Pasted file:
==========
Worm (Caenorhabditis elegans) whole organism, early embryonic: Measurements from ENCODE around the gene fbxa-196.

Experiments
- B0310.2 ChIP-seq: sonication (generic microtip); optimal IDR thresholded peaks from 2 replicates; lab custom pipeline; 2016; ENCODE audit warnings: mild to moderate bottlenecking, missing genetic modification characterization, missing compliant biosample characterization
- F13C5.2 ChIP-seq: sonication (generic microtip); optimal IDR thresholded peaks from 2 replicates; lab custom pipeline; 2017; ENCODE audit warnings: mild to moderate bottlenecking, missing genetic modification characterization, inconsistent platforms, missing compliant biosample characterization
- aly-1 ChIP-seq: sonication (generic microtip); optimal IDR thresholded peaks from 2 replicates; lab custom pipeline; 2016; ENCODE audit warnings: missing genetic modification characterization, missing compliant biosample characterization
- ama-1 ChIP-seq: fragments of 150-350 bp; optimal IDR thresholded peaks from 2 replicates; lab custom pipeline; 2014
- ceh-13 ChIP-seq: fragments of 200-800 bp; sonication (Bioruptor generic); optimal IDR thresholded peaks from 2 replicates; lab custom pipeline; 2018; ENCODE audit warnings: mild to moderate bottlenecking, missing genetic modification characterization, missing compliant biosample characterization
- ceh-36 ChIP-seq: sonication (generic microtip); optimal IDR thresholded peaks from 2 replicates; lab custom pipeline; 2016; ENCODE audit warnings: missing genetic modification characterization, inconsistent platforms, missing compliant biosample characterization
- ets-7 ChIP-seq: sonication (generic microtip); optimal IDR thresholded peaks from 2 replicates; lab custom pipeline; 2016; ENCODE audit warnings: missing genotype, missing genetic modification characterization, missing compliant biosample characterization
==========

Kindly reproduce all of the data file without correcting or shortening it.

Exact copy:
Worm (Caenorhabditis elegans) whole organism, early embryonic: Measurements from ENCODE around the gene fbxa-196.

Experiments
- B0310.2 ChIP-seq: sonication (generic microtip); optimal IDR thresholded peaks from 2 replicates; lab custom pipeline; 2016; ENCODE audit warnings: mild to moderate bottlenecking, missing genetic modification characterization, missing compliant biosample characterization
- F13C5.2 ChIP-seq: sonication (generic microtip); optimal IDR thresholded peaks from 2 replicates; lab custom pipeline; 2017; ENCODE audit warnings: mild to moderate bottlenecking, missing genetic modification characterization, inconsistent platforms, missing compliant biosample characterization
- aly-1 ChIP-seq: sonication (generic microtip); optimal IDR thresholded peaks from 2 replicates; lab custom pipeline; 2016; ENCODE audit warnings: missing genetic modification characterization, missing compliant biosample characterization
- ama-1 ChIP-seq: fragments of 150-350 bp; optimal IDR thresholded peaks from 2 replicates; lab custom pipeline; 2014
- ceh-13 ChIP-seq: fragments of 200-800 bp; sonication (Bioruptor generic); optimal IDR thresholded peaks from 2 replicates; lab custom pipeline; 2018; ENCODE audit warnings: mild to moderate bottlenecking, missing genetic modification characterization, missing compliant biosample characterization
- ceh-36 ChIP-seq: sonication (generic microtip); optimal IDR thresholded peaks from 2 replicates; lab custom pipeline; 2016; ENCODE audit warnings: missing genetic modification characterization, inconsistent platforms, missing compliant biosample characterization
- ets-7 ChIP-seq: sonication (generic microtip); optimal IDR thresholded peaks from 2 replicates; lab custom pipeline; 2016; ENCODE audit warnings: missing genotype, missing genetic modification characterization, missing compliant biosample characterization